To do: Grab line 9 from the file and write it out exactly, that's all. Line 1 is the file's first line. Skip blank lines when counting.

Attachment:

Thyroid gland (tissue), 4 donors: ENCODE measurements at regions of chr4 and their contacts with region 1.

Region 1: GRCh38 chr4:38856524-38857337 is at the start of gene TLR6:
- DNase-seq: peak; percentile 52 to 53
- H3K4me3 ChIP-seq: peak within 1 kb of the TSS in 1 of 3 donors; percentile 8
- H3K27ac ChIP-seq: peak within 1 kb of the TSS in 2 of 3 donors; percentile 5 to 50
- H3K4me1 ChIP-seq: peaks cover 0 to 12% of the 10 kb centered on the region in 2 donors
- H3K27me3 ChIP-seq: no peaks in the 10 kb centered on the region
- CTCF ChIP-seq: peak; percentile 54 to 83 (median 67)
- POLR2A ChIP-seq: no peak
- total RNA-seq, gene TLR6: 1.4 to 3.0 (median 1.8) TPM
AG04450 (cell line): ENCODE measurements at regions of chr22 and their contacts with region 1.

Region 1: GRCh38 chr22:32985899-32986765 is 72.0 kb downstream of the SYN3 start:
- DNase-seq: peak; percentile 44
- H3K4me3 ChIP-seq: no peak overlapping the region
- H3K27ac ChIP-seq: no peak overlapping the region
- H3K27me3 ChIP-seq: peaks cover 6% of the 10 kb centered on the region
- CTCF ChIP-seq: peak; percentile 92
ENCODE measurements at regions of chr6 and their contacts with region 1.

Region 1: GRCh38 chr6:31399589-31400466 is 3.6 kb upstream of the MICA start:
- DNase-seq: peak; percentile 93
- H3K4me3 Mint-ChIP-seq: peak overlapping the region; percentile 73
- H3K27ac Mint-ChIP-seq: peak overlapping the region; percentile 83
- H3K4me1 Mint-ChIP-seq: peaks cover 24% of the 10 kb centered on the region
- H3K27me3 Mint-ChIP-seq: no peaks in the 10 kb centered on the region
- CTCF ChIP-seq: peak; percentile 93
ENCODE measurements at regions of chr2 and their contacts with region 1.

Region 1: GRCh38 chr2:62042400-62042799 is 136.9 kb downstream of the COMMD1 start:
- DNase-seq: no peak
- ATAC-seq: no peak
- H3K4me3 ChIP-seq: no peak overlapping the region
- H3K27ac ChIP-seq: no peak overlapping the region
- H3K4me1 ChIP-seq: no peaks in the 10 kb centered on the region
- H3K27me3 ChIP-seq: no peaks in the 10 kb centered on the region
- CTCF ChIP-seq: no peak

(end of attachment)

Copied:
- POLR2A ChIP-seq: no peak